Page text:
Salvador Dalí, ‘Don Quixote ’, 1962, Drawing, Collage or other Work on Paper, Ink On Paper, Ground Effect Gallery
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Salvador Dalí

Don Quixote , 1962

Ink On Paper
14 × 11 in
35.6 × 27.9 cm
.
Sold
Certificate
Certificate of authenticity
This work includes a certificate of authenticity.
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Ground Effect Gallery
Paris

The image shows right with arms raised, his left hand holding a shield. Left, Sancho Panzo is on
a …

Medium
Signature
Hand-signed by artist
Certificate of authenticity
Included
Frame
Included
Salvador Dalí
Spanish, 1904–1989
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Salvador Dalí was a leading proponent of Surrealism, the 20-century avant-garde movement that sought to release the creative potential of the unconscious through strange, dream-like imagery. “Surrealism is destructive, but it destroys only what it considers to be shackles limiting our vision,” he said. Dalí is specially credited with the innovation of “paranoia-criticism,” a philosophy of art making he defined as “irrational understanding based on the interpretive-critical association of delirious phenomena.” In addition to meticulously painting fantastic compositions, such as The Accommodations of Desire (1929) and the melting clocks in his famed The Persistence of Memory (1931), Dalí was a prolific writer and early filmmaker, and cultivated an eccentric public persona with his flamboyant mustache, pet ocelot, and outlandish behavior and quips.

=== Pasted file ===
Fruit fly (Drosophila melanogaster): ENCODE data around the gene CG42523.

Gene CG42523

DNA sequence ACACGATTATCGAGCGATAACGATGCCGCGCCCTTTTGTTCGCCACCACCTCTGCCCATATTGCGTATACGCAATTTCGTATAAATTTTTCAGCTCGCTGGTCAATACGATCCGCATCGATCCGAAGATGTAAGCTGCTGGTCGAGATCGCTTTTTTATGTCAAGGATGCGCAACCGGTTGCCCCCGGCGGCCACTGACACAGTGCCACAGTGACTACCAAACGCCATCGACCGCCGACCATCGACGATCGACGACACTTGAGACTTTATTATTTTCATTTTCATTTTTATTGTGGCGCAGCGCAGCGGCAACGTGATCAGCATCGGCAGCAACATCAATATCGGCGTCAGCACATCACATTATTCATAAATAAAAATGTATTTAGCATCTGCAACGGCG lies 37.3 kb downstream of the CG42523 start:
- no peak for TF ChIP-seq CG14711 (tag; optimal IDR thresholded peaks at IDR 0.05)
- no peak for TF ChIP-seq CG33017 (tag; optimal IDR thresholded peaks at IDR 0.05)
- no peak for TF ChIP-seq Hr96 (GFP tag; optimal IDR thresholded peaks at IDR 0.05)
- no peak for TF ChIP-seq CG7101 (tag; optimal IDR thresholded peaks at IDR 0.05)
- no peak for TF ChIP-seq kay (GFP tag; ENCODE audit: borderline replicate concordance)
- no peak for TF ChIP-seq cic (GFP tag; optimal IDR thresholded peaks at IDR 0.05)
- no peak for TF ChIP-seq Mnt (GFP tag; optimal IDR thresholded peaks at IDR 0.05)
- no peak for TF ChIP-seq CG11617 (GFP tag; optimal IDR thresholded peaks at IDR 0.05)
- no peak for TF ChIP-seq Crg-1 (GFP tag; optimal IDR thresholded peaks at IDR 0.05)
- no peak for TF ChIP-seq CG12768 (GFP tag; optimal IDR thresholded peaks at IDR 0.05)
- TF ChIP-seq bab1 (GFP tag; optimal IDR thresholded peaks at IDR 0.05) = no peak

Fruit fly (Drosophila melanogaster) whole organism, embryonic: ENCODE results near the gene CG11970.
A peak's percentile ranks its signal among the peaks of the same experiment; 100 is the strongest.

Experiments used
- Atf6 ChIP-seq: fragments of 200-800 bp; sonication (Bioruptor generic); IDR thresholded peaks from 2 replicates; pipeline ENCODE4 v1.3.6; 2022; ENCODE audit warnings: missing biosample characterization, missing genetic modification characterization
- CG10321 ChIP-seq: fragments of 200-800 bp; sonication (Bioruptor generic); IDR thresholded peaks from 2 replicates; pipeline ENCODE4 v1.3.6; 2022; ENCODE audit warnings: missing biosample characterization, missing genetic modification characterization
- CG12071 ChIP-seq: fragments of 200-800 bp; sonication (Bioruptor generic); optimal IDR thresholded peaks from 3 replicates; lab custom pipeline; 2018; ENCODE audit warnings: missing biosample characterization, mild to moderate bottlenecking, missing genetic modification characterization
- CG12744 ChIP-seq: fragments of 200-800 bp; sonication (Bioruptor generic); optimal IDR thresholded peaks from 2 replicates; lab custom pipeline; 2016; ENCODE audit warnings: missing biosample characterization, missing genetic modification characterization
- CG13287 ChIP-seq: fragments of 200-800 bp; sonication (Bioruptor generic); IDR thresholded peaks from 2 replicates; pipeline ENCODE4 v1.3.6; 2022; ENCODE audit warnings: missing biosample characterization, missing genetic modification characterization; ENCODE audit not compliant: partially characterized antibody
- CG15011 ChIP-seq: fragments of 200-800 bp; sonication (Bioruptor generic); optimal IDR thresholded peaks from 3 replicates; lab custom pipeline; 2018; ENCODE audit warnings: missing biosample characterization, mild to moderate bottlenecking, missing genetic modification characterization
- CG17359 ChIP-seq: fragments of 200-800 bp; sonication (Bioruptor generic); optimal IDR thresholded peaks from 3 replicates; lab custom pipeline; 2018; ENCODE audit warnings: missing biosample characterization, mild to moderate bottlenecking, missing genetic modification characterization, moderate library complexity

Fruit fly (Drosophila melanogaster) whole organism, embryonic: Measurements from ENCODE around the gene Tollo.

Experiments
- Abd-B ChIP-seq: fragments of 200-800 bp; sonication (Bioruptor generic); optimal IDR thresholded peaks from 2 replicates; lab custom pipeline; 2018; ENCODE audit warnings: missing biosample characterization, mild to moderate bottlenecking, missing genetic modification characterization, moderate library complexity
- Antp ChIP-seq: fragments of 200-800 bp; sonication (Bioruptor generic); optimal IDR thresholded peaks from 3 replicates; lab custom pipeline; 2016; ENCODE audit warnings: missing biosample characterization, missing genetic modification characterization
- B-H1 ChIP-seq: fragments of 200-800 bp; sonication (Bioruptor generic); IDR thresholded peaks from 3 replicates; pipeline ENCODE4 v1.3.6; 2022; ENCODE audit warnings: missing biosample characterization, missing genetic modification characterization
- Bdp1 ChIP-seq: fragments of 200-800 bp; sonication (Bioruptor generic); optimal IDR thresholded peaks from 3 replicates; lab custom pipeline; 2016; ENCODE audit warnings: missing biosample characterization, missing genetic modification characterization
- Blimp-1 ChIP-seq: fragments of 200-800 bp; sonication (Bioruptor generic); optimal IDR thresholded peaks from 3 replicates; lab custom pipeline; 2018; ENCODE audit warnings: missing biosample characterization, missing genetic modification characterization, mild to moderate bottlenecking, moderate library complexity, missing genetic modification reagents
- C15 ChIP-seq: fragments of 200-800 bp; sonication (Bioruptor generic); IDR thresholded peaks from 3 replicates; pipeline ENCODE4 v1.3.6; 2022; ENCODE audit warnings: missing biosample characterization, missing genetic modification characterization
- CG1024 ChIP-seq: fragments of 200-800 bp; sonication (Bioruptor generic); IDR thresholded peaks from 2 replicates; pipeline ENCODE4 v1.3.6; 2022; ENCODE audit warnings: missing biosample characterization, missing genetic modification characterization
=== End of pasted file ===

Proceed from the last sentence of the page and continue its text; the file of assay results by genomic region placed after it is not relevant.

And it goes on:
Salvador Dalí, ‘Don Quixote ’, 1962, Drawing, Collage or other Work on Paper, Ink On Paper, Ground Effect Gallery
Save
Save
View
View in room
Share
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Ground Effect Gallery
Paris

The image shows right with arms raised, his left hand holding a shield. Left, Sancho Panzo is on
a mule, also with arms raised. The sun and cloud is up on the left with rays extending towards the
down. Behind Don Quixote and the rider are hills on the lower right quarter of the drawing. The colors are
black and white.

Medium
Signature
Hand-signed by artist
Certificate of authenticity
Included
Frame
Included
Salvador Dalí
Spanish, 1904–1989
Follow

Salvador Dalí was a leading proponent of Surrealism, the 20-century avant-garde movement that sought to release the creative potential of the unconscious through strange, dream-like imagery. “Surrealism is destructive, but it destroys only what it considers to be shackles limiting our vision,” he said. Dalí is specially credited with the innovation of “paranoia-criticism,” a philosophy of art making he defined as “irrational understanding based on the interpretive-critical association of delirious phenomena.” In addition to meticulously painting fantastic compositions, such as The Accommodations of Desire (1929) and the melting clocks in his famed The Persistence of Memory (1931), Dalí was a prolific writer and early filmmaker, and cultivated an eccentric public persona with his flamboyant mustache, pet ocelot, and outlandish behavior and quips.

Salvador Dalí

Don Quixote , 1962

Ink On Paper
14 × 11 in
35.6 × 27.9 cm
.
Sold
Certificate
Certificate of authenticity
This work includes a certificate of authenticity.
Want to sell a work by this artist? Consign with Artsy.
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